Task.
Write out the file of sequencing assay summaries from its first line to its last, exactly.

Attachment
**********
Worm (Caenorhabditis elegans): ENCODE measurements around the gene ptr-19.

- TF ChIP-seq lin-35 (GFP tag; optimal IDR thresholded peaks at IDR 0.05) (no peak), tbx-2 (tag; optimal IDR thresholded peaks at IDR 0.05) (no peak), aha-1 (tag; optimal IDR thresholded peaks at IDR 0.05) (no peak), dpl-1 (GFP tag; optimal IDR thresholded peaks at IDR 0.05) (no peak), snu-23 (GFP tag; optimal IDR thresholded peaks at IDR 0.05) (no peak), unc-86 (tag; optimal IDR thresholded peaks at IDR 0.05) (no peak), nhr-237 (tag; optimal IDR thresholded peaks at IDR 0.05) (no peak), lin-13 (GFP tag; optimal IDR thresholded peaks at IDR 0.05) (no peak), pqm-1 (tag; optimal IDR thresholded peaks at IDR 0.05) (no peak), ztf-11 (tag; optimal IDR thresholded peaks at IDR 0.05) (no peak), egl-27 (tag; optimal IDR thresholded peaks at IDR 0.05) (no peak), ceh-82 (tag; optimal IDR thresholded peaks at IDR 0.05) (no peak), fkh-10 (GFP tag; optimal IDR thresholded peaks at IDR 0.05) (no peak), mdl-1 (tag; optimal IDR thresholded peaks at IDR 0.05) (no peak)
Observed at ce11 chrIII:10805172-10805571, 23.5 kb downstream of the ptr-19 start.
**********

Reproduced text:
Worm (Caenorhabditis elegans): ENCODE measurements around the gene ptr-19.

- TF ChIP-seq lin-35 (GFP tag; optimal IDR thresholded peaks at IDR 0.05) (no peak), tbx-2 (tag; optimal IDR thresholded peaks at IDR 0.05) (no peak), aha-1 (tag; optimal IDR thresholded peaks at IDR 0.05) (no peak), dpl-1 (GFP tag; optimal IDR thresholded peaks at IDR 0.05) (no peak), snu-23 (GFP tag; optimal IDR thresholded peaks at IDR 0.05) (no peak), unc-86 (tag; optimal IDR thresholded peaks at IDR 0.05) (no peak), nhr-237 (tag; optimal IDR thresholded peaks at IDR 0.05) (no peak), lin-13 (GFP tag; optimal IDR thresholded peaks at IDR 0.05) (no peak), pqm-1 (tag; optimal IDR thresholded peaks at IDR 0.05) (no peak), ztf-11 (tag; optimal IDR thresholded peaks at IDR 0.05) (no peak), egl-27 (tag; optimal IDR thresholded peaks at IDR 0.05) (no peak), ceh-82 (tag; optimal IDR thresholded peaks at IDR 0.05) (no peak), fkh-10 (GFP tag; optimal IDR thresholded peaks at IDR 0.05) (no peak), mdl-1 (tag; optimal IDR thresholded peaks at IDR 0.05) (no peak)
Observed at ce11 chrIII:10805172-10805571, 23.5 kb downstream of the ptr-19 start.